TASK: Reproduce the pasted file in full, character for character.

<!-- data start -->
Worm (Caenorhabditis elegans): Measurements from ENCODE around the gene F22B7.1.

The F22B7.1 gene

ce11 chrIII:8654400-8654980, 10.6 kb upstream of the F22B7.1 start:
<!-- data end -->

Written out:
Worm (Caenorhabditis elegans): Measurements from ENCODE around the gene F22B7.1.

The F22B7.1 gene

ce11 chrIII:8654400-8654980, 10.6 kb upstream of the F22B7.1 start: